Originally published 9/24/1995 in the Fort Myers News-Press
By MIRIAM PEREIRA News-Press staff writer

It was a cross between the Sealy’s Posturepedic bed commercial and the Indy 500. Only the beds weren’t as comfortable and the pace wasn’t as fast.

But the racers had all the drive of Mario Andretti.

Well, sort of.

Decked out in PJs, cow-bed slippers, boxer shorts and, yes, even ballet tutus, about 40 racers pushed and pulled gurneys, beds and other wheeled objects to the finish line Saturday morning of the first “Take to Your Bed for Hope Hospice.”

“We’re insane. Someone told us it would be easy,” said Robin Rianhard-Berg, breathless after pushing the winning gurney across the finish line at Lee Street and Edwards Drive.

The gurney – christened “Angels on Wheels” and sponsored by Intergrated Health Services of Fort Myers – was decked with purple and white balloons and silver tinsel. Its rider and three runners zipped up and down Edwards Drive, wearing purple T-shirts and white tutus strapped to their shorts.

“We did it because it was a good cause,” Rianhard-Berg said.

The costume bed race in downtown Fort Myers raised about $4,000 for Hope Hospice, which offers 24hour comprehensive care for terminally ill patients, said Linda Nelson, the hospice’s director of community services.

The 13-year-old hospice serves more than 400 patients from Hendry, Lee and Glades counties who suffer from such illnesses as AIDS, cancer and heart disease, Nelson said.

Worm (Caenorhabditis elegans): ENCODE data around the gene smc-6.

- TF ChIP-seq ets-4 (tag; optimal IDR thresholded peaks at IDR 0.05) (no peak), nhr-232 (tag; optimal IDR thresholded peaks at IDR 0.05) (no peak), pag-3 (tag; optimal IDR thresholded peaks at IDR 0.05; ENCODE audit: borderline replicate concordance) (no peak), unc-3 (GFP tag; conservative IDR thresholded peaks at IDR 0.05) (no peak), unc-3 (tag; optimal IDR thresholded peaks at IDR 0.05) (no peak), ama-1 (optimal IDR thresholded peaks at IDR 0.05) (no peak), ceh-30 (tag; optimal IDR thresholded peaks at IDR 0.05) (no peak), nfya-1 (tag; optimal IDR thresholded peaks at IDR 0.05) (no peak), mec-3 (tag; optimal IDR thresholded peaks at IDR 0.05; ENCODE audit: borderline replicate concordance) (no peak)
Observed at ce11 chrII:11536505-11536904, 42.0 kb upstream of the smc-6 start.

“They’re so supportive of the entire family, not just the patient,” said Bobbi Rous, whose relatives have volunteered in hospices in other states.

Rous and her husband, Greg, owners of Styl-Art vertical blinds, decorated a twin-sized bed with vertical blinds in two days. Their children, Michael, 4, and Alexandra, 2, rode on the bed as the king and queen of blinds.

“This is a product of our imagination since Thursday,” Greg Rous said.

Their bed came in second.

Although not the swiftest – it lost in the first heat – but definitely the most creative was the hospice’s “Dream Team” bed.

Adhering to its sweet dreams theme, the bed had a canopy of white Christmas lights and gold stars. Its head and foot boards were embellished with pieces of cotton that made fluffy clouds.

“We may not win the race but we have the prettiest bed,” said Wendy Walters, the hospice’s patient care coordinator.